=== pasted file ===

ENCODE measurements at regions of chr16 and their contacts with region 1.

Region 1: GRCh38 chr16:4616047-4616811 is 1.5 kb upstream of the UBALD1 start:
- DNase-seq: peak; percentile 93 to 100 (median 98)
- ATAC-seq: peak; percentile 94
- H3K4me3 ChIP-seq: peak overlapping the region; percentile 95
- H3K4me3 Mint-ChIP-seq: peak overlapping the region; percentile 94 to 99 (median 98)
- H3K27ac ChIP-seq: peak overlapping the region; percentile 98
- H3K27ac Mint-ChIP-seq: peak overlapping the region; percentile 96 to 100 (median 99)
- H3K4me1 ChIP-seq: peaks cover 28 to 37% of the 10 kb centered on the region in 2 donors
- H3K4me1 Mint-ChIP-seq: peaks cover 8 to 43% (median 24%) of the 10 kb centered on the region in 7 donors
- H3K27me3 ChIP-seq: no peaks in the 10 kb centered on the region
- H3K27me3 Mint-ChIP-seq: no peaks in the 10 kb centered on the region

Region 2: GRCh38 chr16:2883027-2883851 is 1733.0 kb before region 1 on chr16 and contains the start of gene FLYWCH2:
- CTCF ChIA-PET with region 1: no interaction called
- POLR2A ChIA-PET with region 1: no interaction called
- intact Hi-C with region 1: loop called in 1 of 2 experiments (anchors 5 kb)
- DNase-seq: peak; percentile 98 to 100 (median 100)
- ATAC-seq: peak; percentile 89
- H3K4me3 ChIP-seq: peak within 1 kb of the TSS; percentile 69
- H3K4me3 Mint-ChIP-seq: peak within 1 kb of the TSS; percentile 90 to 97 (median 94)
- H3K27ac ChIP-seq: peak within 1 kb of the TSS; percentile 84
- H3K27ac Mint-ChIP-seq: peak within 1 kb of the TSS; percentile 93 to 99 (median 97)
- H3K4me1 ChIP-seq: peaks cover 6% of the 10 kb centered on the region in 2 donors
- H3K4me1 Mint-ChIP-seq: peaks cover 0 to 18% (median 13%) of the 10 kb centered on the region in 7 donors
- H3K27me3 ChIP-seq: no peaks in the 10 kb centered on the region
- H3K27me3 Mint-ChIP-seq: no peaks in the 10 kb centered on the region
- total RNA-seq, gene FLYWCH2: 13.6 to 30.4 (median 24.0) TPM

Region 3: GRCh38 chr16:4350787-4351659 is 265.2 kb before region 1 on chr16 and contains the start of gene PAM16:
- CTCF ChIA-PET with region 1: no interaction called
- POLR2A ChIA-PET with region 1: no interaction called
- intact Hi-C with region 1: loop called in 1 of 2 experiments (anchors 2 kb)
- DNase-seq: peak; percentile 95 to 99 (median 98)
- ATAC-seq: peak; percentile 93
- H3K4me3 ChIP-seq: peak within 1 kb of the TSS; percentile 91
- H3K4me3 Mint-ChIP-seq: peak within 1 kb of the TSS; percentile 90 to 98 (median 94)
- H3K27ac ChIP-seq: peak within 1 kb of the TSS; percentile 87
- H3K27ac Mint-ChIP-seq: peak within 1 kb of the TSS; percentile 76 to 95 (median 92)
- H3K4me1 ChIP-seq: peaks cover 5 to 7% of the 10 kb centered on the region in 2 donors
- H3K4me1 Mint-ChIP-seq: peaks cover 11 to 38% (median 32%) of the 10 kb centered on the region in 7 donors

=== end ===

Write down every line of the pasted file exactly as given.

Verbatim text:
ENCODE measurements at regions of chr16 and their contacts with region 1.

Region 1: GRCh38 chr16:4616047-4616811 is 1.5 kb upstream of the UBALD1 start:
- DNase-seq: peak; percentile 93 to 100 (median 98)
- ATAC-seq: peak; percentile 94
- H3K4me3 ChIP-seq: peak overlapping the region; percentile 95
- H3K4me3 Mint-ChIP-seq: peak overlapping the region; percentile 94 to 99 (median 98)
- H3K27ac ChIP-seq: peak overlapping the region; percentile 98
- H3K27ac Mint-ChIP-seq: peak overlapping the region; percentile 96 to 100 (median 99)
- H3K4me1 ChIP-seq: peaks cover 28 to 37% of the 10 kb centered on the region in 2 donors
- H3K4me1 Mint-ChIP-seq: peaks cover 8 to 43% (median 24%) of the 10 kb centered on the region in 7 donors
- H3K27me3 ChIP-seq: no peaks in the 10 kb centered on the region
- H3K27me3 Mint-ChIP-seq: no peaks in the 10 kb centered on the region

Region 2: GRCh38 chr16:2883027-2883851 is 1733.0 kb before region 1 on chr16 and contains the start of gene FLYWCH2:
- CTCF ChIA-PET with region 1: no interaction called
- POLR2A ChIA-PET with region 1: no interaction called
- intact Hi-C with region 1: loop called in 1 of 2 experiments (anchors 5 kb)
- DNase-seq: peak; percentile 98 to 100 (median 100)
- ATAC-seq: peak; percentile 89
- H3K4me3 ChIP-seq: peak within 1 kb of the TSS; percentile 69
- H3K4me3 Mint-ChIP-seq: peak within 1 kb of the TSS; percentile 90 to 97 (median 94)
- H3K27ac ChIP-seq: peak within 1 kb of the TSS; percentile 84
- H3K27ac Mint-ChIP-seq: peak within 1 kb of the TSS; percentile 93 to 99 (median 97)
- H3K4me1 ChIP-seq: peaks cover 6% of the 10 kb centered on the region in 2 donors
- H3K4me1 Mint-ChIP-seq: peaks cover 0 to 18% (median 13%) of the 10 kb centered on the region in 7 donors
- H3K27me3 ChIP-seq: no peaks in the 10 kb centered on the region
- H3K27me3 Mint-ChIP-seq: no peaks in the 10 kb centered on the region
- total RNA-seq, gene FLYWCH2: 13.6 to 30.4 (median 24.0) TPM

Region 3: GRCh38 chr16:4350787-4351659 is 265.2 kb before region 1 on chr16 and contains the start of gene PAM16:
- CTCF ChIA-PET with region 1: no interaction called
- POLR2A ChIA-PET with region 1: no interaction called
- intact Hi-C with region 1: loop called in 1 of 2 experiments (anchors 2 kb)
- DNase-seq: peak; percentile 95 to 99 (median 98)
- ATAC-seq: peak; percentile 93
- H3K4me3 ChIP-seq: peak within 1 kb of the TSS; percentile 91
- H3K4me3 Mint-ChIP-seq: peak within 1 kb of the TSS; percentile 90 to 98 (median 94)
- H3K27ac ChIP-seq: peak within 1 kb of the TSS; percentile 87
- H3K27ac Mint-ChIP-seq: peak within 1 kb of the TSS; percentile 76 to 95 (median 92)
- H3K4me1 ChIP-seq: peaks cover 5 to 7% of the 10 kb centered on the region in 2 donors
- H3K4me1 Mint-ChIP-seq: peaks cover 11 to 38% (median 32%) of the 10 kb centered on the region in 7 donors